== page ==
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'Battle of Comm. Ave.' profiles BC-BU rivalry

by John McGourty
The No. 1 rule in entertainment is "know the room," and it's that awareness that makes the film "The Battle of Comm. Ave.," about the hockey rivalry between Boston College and Boston University a must-have for all New England hockey fans. Actually, anyone who loves great hockey, hockey history and a well-made film will want to see this timely 2009 production.

Boston University is the reigning NCAA champion, having succeeded the 2008 champions, Boston College, who also won the crown in 2001.

Boston University also won in 1995. Since 1991, when Boston University lost one of the greatest college hockey games ever played, an 8-7, triple-overtime NCAA championship game to Northern Michigan, either Boston University or Boston College has appeared in the NCAA championship game 11 times in 19 years.

"The Battle of Comm. Ave." will debut on the NHL Network Friday, March 5, at 7 p.m. ET. It can be seen again at 5:30 p.m. ET on Saturday and 3 a.m. ET on Monday.

The title refers to Commonwealth Avenue, the broad boulevard that runs from the downtown Public Garden past Boston University, past Boston College and out to the western suburbs. The famed "Heartbreak Hill" of the Boston Marathon peaks at Boston College on Comm. Ave. A trolley line serves both schools.

Producer Matt Fults does a great job of digging into the roots of the rivalry that started with the coaching battles between BU's Harry Cleverly and BC's John "Snooks" Kelley in the 1940s and continues to this day with BU's Jack Parker competing with BC's Jerry York. York and Parker grew up in blue-collar Boston suburbs and played for the schools they now coach.

The disdain each side holds for the other is captured perfectly. Parker notes the schools' widely disparate cultures and student demographics. As someone who grew up in the Boston area, I remember the Boston College view was that Boston University was a bunch of second-rate Canadian hockey players carpetbagging American college scholarships and funded by an out-of-state student body. From BU's perspective, Boston College was populated by kids not smart enough to get into BU.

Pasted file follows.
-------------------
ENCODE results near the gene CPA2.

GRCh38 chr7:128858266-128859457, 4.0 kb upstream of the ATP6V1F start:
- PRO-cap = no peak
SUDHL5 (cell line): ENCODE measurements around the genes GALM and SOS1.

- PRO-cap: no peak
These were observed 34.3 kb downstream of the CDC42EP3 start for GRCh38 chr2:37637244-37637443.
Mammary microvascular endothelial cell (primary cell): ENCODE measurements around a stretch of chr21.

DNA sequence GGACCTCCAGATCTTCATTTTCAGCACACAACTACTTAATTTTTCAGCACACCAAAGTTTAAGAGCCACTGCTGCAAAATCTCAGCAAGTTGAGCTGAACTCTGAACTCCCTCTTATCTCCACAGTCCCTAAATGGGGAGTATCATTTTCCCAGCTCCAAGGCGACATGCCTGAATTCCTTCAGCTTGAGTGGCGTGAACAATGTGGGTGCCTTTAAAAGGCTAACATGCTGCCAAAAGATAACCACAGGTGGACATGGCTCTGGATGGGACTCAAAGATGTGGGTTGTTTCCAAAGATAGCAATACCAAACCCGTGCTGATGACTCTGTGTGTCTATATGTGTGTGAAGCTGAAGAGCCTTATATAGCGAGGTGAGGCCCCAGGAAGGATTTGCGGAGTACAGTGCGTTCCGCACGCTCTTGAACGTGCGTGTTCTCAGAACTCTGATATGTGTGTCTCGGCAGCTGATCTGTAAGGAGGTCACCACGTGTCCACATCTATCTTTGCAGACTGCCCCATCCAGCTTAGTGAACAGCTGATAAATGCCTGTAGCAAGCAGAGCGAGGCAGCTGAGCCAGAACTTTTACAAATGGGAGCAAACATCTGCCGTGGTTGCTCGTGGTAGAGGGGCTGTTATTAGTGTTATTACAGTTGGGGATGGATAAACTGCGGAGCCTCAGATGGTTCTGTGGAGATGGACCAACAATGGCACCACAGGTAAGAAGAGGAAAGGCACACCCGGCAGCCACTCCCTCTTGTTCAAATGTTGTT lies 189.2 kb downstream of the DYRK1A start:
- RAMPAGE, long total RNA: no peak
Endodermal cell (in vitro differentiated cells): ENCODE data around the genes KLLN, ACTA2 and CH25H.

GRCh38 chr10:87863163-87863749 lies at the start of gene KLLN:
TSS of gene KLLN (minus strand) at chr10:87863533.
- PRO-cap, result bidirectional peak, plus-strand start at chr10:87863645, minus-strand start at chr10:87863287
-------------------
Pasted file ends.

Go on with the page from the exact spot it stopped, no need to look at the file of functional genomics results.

Kelley's refusal to recruit Canadians led to a long period of BU dominance, culminating in the Terriers' three NCAA championships in the 1970s. "The Battle of Comm. Ave." explains how the construction of BC's Conte Forum made "The Heights" more attractive to recruits and forced BU to counter with its state-of-the-art Agganis Arena.

Is the rivalry still hot?

Mike Eruzione, BU '77 and captain of the gold-medal 1980 U.S. Olympic Team, took pains to note that there were no Eagles on the "Miracle" team. Then he admitted BC didn't recruit him.

BU didn't recruit Scott Clemmensen, part of BC's goalie tandem with Tim Kelleher when the Eagles won the NCAA title in 2001.

"That put BU on the short list of teams I wanted to stick it to," Clemmensen said.

"It's pretty simple," said Keith Tkachuk. "BC didn't want me. I always held a grudge against them."

"We played to hurt each other. We really did," admitted Jack O'Callahan, Eruzione's teammate at BU and on the "Miracle" team.

"I don't think it could be more intense," Parker said.

Although they are among the oldest NCAA hockey programs, Boston College and Boston University have met only once in the championship. BU prevailed 5-3 in 1978 at Providence, R.I. O'Callahan, the BU captain then, remembered sitting in Parker's office when former Eagles' coach Len Ceglarski called.

"Jack told Len BU wanted to wear home colors and Len said BC did, too," O'Callahan said. "Parker said, "Let's flip a coin. I've got one right here. I'm flipping it, call it. Heads? No, it's tails. See ya there.' And, Jack hung up!"

The coaches set the tone; the players bring it to the ice.

"A bunch of dirty old New England kids going at it hard every night," former BU and NHL forward Tony Amonte said.

Several players said the allegiances are handed down from their fathers. Amonte remembered his father having a heart attack at one of his high school games. When he was taken to the emergency room, Lewis Amonte told his wife, "If I die, make sure Tony goes to BC." He lived -- and Tony went to BU.

"BU was a better fit for me, although my dad wanted me to go to BC," said three-time Stanley Cup winner Jay Pandolfo, who had a brother and cousin follow him to BU.

Scott "Shag" Shaughnessy, BU '87, has a hilarious moment when he describes how the BC fight song, "For Boston," drives him crazy. If BU had a half-decent fight song, it might not be so bad but BC's is right up there with Notre Dame and Wisconsin, one of the best.

"I hate that fight song," Shaughnessy said. "... I just want to hit something ... that stupid song."

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